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Portfolio Update November 2019: The perfect microcosm of the macro

Six equity markets made new record all-time highs and closing highs, with another five within 2 per cent of their respective all-time highs. However, like July, there wasn't much rejoicing about the asset appreciation, in fact there was almost none at all.

By ·
10 Dec 2019

I could almost copy and paste our report from July to describe the performance of November.

In fact, let’s actually do that. Here is what we said in July versus what happened in November:

July: We get the feeling that markets right now resemble that scene from Monty Python and the Holy Grail – “and there was much rejoicing”. Of the 23 MSCI developed equity markets, five of them made new record all-time highs and closing highs in July, while another six were within 2 per cent of their respective all-time highs. Yet there wasn’t really any major rejoicing when markets breached these levels. The most unloved bull market in global history is rolling on as more and more investors are being left behind in a wall of cash.

November differences: six equity markets made new record all-time highs and closing highs, with another five within 2 per cent of their respective all-time highs. However, like July, there wasn’t much rejoicing about the asset appreciation, in fact there was almost none at all.

Why? Economists, almost gleefully, point out that data is softening and 2020 has ‘risk’ written all over it. A point that we will come back to.

It is interesting how unloved this whole year has been, a year that is on track to be double the historical yearly average of the ASX and the best year of the past six by some margin. With one month to go in calendar year 2019, here is the performance of the ASX year-to-date compared to every other year going back to 2014.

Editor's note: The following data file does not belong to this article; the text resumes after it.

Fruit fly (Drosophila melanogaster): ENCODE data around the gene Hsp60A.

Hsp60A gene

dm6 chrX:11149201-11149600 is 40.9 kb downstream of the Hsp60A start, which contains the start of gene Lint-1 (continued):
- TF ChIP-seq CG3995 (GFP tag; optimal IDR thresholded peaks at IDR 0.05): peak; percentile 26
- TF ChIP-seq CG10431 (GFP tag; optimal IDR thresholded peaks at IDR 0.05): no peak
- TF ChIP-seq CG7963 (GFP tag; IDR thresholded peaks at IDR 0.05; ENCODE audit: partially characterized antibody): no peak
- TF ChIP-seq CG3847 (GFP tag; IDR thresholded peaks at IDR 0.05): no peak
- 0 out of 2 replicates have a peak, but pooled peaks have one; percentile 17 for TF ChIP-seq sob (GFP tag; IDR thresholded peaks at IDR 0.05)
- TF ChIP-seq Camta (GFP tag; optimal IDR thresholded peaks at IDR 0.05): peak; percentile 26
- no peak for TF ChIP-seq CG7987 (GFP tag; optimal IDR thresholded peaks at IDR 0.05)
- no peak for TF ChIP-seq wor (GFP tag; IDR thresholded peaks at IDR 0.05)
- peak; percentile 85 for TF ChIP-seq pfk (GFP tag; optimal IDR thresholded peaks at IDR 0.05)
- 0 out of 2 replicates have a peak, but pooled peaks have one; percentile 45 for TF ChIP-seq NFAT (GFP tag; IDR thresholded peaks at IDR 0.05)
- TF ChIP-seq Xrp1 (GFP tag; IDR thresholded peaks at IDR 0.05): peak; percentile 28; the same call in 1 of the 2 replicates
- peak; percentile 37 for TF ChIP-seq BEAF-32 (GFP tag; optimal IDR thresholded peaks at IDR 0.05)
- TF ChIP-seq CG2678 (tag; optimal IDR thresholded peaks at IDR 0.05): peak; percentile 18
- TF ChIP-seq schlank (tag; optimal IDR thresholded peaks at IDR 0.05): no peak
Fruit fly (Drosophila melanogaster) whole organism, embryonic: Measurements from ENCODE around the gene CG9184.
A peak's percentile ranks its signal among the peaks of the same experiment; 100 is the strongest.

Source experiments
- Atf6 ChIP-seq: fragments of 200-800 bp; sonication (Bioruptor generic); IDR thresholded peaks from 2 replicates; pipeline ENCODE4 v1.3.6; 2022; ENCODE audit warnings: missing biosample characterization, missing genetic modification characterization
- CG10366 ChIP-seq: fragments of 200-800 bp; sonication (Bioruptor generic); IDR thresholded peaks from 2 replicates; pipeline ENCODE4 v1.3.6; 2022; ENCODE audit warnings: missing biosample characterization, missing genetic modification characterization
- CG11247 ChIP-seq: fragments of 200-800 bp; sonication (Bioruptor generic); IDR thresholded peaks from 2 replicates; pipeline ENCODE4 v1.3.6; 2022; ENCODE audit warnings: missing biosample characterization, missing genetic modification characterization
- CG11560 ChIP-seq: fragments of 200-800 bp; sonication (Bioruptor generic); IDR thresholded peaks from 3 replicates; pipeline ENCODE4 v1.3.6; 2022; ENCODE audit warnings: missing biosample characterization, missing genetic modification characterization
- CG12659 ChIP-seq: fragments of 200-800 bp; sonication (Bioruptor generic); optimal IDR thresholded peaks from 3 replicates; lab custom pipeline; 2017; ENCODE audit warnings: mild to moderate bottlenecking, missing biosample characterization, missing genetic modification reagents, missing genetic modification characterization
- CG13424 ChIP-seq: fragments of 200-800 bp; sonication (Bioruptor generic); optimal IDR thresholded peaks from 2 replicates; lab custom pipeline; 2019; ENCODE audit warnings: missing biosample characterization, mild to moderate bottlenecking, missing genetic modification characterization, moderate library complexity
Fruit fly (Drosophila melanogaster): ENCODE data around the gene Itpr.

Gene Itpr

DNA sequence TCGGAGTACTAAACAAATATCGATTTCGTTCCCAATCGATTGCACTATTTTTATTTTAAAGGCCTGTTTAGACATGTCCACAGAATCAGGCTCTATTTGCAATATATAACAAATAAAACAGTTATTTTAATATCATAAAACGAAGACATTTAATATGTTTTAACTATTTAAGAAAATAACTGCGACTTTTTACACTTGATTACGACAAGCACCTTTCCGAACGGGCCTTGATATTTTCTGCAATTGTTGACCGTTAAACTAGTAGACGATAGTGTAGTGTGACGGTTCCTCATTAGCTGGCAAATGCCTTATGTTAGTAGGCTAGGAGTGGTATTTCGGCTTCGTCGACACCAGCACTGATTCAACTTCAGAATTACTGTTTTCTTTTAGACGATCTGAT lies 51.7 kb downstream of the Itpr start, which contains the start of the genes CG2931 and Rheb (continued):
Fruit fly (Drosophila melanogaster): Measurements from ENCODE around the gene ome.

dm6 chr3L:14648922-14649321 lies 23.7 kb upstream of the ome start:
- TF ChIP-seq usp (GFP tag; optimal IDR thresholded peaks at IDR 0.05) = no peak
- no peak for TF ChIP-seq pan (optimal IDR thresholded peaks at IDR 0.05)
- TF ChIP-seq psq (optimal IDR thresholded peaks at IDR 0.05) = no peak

This chart perfectly highlights the theme of 2019, equities have seen monetary policy as the ‘cure’ to the malaise in the global economy and although no major central bank moved on their respective policy stances in November, most suggested they were ready to do so in the foreseeable future.

November actually had a perfect ‘microcosm’ intraday appreciation to this point.

On November 26 RBA Governor Philip Lowe addressed the Australian Business Economists Dinner the title of his address: “Unconventional Monetary Policy: Some Lessons From Overseas.”

The speech was a cracker and illustrated that although the RBA doesn’t believe Australia is even remotely near needing quantitative easing (QE), Governor Lowe did provide a ‘roadmap’ for the steps the RBA would take leading to a QE scenario. That road map included a further two cuts to the cash rate to 0.25 per cent and then purchasing risk-free rates (Australian bonds specifically the Australian 10-year bond) and some corporate listing, a huge level of stimulus. All recent data suggests this scenario is more of a possibility than the RBA is giving it credit for and why asset prices are beginning to expanding rapidly.

This speech took place after the ASX closed. The next morning, global markets were and had been completely flat, the ASX however jumped over 0.9 per cent. The gains were broad based  and non-sector specific, the only cause of such a move was the market’s pricing of further interest rate cuts and possible QE from the RBA in the next 12 to 24 months.

This raise a very large investment question, if the slowdown is temporary and as the RBA states “appears to have reached a gentle turning point”, is 2020 the year that could reinflate? It is certainly possible.

If the global recession that has been forecasted for almost 18 months now, never actually materialises, asset prices will be well north of current levels.